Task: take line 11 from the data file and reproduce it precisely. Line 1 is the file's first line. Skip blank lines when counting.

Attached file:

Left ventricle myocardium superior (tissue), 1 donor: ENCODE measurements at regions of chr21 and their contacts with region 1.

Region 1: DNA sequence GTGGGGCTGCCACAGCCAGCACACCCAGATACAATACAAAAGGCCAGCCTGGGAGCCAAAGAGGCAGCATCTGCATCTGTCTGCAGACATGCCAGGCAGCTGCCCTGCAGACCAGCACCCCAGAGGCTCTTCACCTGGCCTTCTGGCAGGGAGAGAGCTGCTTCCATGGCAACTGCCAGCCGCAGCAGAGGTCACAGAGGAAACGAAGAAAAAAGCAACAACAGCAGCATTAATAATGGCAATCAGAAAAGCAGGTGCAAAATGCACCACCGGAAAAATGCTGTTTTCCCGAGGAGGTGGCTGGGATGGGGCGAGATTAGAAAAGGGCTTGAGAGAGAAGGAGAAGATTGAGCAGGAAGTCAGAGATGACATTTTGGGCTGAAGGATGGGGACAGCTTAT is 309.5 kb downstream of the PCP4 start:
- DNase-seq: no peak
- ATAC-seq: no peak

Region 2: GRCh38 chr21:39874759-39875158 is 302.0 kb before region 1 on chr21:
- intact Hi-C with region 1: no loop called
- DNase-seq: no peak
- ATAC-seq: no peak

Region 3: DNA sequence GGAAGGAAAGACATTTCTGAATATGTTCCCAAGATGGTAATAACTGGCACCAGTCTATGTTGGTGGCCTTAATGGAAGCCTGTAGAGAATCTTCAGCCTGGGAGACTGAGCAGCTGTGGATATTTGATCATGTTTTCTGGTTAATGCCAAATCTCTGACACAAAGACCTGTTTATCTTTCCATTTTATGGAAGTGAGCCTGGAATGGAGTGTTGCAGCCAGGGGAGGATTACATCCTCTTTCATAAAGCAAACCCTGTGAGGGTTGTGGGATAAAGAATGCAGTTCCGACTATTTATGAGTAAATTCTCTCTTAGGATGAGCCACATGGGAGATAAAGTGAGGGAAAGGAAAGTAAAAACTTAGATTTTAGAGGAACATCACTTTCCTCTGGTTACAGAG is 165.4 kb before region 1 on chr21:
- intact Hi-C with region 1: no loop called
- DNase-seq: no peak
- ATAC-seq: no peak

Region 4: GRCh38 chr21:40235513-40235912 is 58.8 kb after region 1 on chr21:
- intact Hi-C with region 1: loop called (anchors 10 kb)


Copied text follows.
- DNase-seq: no peak